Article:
Unos 0.1.1 - Programs on SD Card Now Supported

Hello,

Attached is the new version of Unos. I have found a way to read a file from an SD card and react to the data accordingly.

NOTE: Create a file called program.txt on an SD card. Otherwise, the Arduino will not recognize the name of the program. You could also change the name program.txt in the library to any other name you like.

Unos_0_1_1.ino (7.82 KB)

OSKIT_0_0_3.h (1.02 KB)

OSKIT_0_0_3.cpp (7.18 KB)

NOTE: Create a file called program.txt on an SD card. Otherwise, the Arduino will not recognize the name of the program.

Please, please, stop.

     else if (PROGRAM_FILE.read() == 'I')
      {
        if (PROGRAM_FILE.read() == 'N')
        {
          if (PROGRAM_FILE.read() == ' ')
          {
            char Ain = PROGRAM_FILE.read();
            pinMode(Ain, INPUT);
            digitalRead(Ain);
          }
        }
      }

What an incredibly pointless thing to do.

    case 12: // rm
      Serial.println(input);
      Serial.println(F("Removing file..."));
      
      SD.remove(input);
      Serial.print(F("root@unos:"));
      break;

If I'm reading your code correctly, at this point, "input" is an empty string.

So basically you're saying that the whole idea is ludicrous.

goodinventor: So basically you're saying that the whole idea is ludicrous.

No, basically I've been saying that for quite a while. I think that's "present continuous" as opposed to simple "present" tense.

Then how come there are real-time operating systems for the Arduino? How should I be approaching such a system?

Then how come there are real-time operating systems for the Arduino?

Do you know what "non sequitur" means?

"he is not followed"

goodinventor: How should I be approaching such a system?

You should start at the beginning and learn what an Operating System is.

Spend a few months studying the Linux operating system - all the source code is in the public domain.

If you don't understand the Linux code then spend a few months improving your coding skills until you can understand it.

...R

goodinventor: "he is not followed"

Close, but no cigar.

Robin2: You should start at the beginning and learn what an Operating System is.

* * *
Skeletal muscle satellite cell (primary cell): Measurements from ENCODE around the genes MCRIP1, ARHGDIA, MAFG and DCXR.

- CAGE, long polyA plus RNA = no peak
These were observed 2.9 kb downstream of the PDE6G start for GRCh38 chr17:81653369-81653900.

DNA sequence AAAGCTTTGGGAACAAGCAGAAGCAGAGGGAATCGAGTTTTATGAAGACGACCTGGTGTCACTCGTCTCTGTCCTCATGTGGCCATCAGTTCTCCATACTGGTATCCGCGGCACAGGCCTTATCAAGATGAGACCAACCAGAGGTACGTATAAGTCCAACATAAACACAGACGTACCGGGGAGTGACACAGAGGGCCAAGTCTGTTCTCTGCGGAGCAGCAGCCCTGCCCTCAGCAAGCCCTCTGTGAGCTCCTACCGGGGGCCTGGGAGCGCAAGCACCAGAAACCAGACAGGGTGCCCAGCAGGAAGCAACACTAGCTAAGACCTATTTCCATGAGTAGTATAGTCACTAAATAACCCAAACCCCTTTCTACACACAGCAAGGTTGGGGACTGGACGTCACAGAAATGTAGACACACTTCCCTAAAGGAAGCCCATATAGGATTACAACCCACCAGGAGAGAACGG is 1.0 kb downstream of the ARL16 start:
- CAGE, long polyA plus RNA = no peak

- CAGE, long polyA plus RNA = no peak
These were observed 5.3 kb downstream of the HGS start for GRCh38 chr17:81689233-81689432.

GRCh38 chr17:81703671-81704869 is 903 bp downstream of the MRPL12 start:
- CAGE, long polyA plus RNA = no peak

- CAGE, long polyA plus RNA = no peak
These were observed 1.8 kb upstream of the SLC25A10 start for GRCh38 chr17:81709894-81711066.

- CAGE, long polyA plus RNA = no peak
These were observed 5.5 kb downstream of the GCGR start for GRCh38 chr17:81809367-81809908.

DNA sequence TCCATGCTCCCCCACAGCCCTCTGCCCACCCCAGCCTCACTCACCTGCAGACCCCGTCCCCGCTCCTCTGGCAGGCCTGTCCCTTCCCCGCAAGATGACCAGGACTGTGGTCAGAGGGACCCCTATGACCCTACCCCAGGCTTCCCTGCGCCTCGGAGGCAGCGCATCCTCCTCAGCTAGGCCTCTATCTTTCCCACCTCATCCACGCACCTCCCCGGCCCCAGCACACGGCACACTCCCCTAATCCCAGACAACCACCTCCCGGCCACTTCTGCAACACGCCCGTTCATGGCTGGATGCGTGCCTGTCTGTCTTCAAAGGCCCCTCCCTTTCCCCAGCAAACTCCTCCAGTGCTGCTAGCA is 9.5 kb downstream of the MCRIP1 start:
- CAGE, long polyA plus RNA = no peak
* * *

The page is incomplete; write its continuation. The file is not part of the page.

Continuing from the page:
And then once you do that, think about what resources (memory, bulk disk storage, video, other I/O peripherals, speed, etc.) are available in a typical Linux system, how such a system is typically used, what type of person typically uses it, what facilities an operating system provides for such a system, and why an operating system makes sense for that kind of system.

Then think about the comparatively very limited resources available in an Arduino, what it's typically used for, what type of person typically uses it, and why an operating system does not make sense for that type of system.

Finally, if you still think there is a need for an Arduino OS, think about the combined experience, knowledge, and amount of development time spent by the great number of people who developed an operating system like Linux, and compare that to your own level of experience, knowledge, and available time. What are the odds of you successfully pulling off something like that?

I really hate to be negative and discourage anybody with dreams. But in this case, I think you're better off dropping the grandiose ideas of an Arduino OS, or a Yun LCD touchscreen Linux interface. Instead, come up with some interesting projects that are appropriate for a limited embedded processor like the Arduino, and go and have some FUN with it!

Well, I see that a real-time operating system for scheduling tasks would be really useful for the Arduino. I think I simply need to restructure my approach.

goodinventor: Well, I see that a real-time operating system for scheduling tasks would be really useful for the Arduino. I think I simply need to restructure my approach.

Yes, pick a single problem and work towards that. Don't try to do everything.

A task scheduler is a good idea, but that's all it is: a task scheduler. Please don't call it a real time operating system, it simply isn't.